Full disclosure -- Bhagwati is not my biggest fan.

UPDATE: It's all Bhagwati, all the time here at!! Click here for the transcript of a "debate" between Lou Dobbs and Jagdish Bhagwati on PAula Zahn Now earlier this week.

posted by Dan on 09.16.04 at 12:28 PM


Tossing out a question that is only tangentially-related to this post. How do jobs moving overseas help me as an American worker? I know it's obvious to many who post here, but it's not obvious to me. If modern technology makes it easier for someone in India to do the same job I'm doing, and they are willing to do it at one-tenth the salary, how does that improve my lot in life?

I know I can retrain, but modern technology is going to continue to reduce geographic barriers to competition. This means a rising supply of workers to compete with. Rising supply generally means lower prices. In this case, the supply is workers and the prices are wages. How is this helping me? It's clear that it either helps me or is value-neutral to me if I own a business that can take advantage of the reduced labor costs, but how does it help someone who doesn't own a business?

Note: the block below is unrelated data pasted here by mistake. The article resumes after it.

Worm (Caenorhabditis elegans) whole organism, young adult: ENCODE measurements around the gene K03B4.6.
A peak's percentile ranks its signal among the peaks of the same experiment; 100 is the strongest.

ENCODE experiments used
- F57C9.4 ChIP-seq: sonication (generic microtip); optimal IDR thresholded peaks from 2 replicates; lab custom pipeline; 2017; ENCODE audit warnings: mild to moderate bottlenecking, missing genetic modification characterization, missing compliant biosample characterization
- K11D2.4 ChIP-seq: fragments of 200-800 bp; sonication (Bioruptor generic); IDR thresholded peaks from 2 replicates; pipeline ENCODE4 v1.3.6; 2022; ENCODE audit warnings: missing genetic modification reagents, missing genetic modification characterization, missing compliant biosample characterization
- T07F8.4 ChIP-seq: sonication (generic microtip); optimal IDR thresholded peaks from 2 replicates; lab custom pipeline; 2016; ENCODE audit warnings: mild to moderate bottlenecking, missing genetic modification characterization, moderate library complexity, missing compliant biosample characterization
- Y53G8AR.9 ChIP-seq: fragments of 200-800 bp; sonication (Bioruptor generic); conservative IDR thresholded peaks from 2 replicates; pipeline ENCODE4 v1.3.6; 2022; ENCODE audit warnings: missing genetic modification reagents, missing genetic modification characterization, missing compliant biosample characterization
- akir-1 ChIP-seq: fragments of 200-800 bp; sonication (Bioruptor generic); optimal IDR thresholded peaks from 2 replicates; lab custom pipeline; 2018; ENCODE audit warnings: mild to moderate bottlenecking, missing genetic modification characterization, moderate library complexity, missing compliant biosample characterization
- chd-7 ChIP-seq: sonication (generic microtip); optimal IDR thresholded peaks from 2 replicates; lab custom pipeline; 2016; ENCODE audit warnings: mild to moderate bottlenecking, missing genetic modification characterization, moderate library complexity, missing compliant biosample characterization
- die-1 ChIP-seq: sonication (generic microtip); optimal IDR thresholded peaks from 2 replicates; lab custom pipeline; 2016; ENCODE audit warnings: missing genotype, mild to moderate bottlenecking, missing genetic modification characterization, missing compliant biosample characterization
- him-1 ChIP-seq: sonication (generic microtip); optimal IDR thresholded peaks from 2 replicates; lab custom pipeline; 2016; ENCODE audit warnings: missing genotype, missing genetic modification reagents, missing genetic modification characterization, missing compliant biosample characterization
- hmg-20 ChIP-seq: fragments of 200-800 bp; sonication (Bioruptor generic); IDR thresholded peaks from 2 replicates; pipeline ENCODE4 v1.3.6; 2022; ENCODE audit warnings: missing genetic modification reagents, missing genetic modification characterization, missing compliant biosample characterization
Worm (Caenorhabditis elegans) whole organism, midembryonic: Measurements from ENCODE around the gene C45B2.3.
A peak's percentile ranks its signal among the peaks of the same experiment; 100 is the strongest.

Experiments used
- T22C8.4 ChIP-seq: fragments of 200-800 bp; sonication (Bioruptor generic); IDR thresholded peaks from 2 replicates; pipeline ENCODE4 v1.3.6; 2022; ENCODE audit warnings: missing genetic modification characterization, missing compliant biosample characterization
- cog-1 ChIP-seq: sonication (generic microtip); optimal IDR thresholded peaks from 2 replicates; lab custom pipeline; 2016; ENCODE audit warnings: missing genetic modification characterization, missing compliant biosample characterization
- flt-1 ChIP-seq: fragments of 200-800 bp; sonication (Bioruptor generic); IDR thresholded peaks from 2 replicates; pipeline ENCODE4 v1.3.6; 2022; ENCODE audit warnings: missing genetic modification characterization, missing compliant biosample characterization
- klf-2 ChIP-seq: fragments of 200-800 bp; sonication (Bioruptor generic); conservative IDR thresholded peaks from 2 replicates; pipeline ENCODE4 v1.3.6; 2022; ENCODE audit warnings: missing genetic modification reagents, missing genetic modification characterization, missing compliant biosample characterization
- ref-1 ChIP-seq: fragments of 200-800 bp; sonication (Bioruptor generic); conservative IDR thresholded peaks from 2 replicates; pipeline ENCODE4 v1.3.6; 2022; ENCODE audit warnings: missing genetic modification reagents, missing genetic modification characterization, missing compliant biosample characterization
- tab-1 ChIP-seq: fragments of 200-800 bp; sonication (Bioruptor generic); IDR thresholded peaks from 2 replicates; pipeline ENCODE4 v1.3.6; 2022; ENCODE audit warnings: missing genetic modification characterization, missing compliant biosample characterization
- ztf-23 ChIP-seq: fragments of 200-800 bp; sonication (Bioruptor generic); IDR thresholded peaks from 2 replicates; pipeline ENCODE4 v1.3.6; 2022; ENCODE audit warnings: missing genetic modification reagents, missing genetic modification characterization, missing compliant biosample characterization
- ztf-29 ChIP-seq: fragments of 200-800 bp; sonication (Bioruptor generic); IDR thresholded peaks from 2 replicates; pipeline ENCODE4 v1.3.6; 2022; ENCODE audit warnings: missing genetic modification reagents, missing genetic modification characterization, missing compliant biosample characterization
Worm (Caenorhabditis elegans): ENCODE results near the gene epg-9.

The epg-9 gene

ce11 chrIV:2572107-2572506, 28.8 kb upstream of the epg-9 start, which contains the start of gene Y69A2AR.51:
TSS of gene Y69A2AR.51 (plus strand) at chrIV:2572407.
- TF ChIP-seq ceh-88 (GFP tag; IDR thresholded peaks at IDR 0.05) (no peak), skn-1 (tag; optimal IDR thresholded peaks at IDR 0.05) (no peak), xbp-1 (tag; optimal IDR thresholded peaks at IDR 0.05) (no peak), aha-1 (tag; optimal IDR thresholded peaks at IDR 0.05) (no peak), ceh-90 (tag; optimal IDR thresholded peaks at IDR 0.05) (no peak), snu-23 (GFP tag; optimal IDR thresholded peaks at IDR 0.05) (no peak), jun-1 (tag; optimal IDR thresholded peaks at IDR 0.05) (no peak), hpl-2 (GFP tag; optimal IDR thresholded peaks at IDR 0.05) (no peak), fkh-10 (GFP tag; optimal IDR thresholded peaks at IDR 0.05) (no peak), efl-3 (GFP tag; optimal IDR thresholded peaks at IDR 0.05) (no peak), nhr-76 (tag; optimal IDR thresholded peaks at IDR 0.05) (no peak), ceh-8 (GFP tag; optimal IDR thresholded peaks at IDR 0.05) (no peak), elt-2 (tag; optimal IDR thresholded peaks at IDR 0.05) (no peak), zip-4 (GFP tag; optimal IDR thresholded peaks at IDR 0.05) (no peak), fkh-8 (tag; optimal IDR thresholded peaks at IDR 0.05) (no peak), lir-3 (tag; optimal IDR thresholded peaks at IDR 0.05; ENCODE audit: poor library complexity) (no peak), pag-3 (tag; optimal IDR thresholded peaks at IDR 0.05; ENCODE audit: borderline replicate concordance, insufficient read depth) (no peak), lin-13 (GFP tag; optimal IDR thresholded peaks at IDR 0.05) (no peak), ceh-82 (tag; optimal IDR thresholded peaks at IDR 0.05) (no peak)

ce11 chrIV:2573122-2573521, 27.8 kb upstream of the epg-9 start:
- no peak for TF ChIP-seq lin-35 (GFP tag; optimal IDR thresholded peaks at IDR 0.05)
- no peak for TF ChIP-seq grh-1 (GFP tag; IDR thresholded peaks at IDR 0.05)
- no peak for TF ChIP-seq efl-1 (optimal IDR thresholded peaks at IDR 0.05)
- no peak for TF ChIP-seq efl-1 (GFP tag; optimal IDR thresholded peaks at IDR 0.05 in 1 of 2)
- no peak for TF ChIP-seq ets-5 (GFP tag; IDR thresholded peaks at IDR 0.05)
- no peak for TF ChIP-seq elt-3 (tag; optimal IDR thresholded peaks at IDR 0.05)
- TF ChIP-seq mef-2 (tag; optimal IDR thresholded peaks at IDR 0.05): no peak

I just don't get it, yet it's supposed to be obvious. If someone is interested in helping me out here, I'd appreciate it.

posted by: Timshel on 09.16.04 at 12:28 PM [permalink]

Well let me say this. Baghwati's an economist and a very bright one with lots of smart things to say about what a good US trade policy should be. But he's not a political reporter, or a political analyst or political scientist or, in general, anyone who's in a position to know what Kerry's trade policies would be. Kerry's voting record on trade is well-known and quite good. I've reported on this issue quite a bit and been assured that he'll be pro-trade. His entire team of economic policy advisors is from the pro-trade wing of the party. The closest thing to an exception here is Laura Tyson, who specifically told me that a Kerry administration would pursue new trade agreements and resist pressure to incorporate labor and environmental standards into the WTO.